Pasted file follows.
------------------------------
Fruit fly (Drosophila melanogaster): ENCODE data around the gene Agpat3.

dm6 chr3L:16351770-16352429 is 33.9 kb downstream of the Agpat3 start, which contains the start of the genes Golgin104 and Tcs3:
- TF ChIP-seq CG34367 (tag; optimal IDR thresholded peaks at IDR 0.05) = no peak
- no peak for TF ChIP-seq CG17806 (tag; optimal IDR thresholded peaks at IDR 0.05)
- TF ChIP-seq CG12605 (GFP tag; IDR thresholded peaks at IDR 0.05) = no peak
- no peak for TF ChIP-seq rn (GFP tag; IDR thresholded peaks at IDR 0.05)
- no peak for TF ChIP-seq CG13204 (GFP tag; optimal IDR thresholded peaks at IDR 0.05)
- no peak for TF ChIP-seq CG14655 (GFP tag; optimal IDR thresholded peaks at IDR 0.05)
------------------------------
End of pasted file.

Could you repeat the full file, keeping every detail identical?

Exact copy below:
Fruit fly (Drosophila melanogaster): ENCODE data around the gene Agpat3.

dm6 chr3L:16351770-16352429 is 33.9 kb downstream of the Agpat3 start, which contains the start of the genes Golgin104 and Tcs3:
- TF ChIP-seq CG34367 (tag; optimal IDR thresholded peaks at IDR 0.05) = no peak
- no peak for TF ChIP-seq CG17806 (tag; optimal IDR thresholded peaks at IDR 0.05)
- TF ChIP-seq CG12605 (GFP tag; IDR thresholded peaks at IDR 0.05) = no peak
- no peak for TF ChIP-seq rn (GFP tag; IDR thresholded peaks at IDR 0.05)
- no peak for TF ChIP-seq CG13204 (GFP tag; optimal IDR thresholded peaks at IDR 0.05)
- no peak for TF ChIP-seq CG14655 (GFP tag; optimal IDR thresholded peaks at IDR 0.05)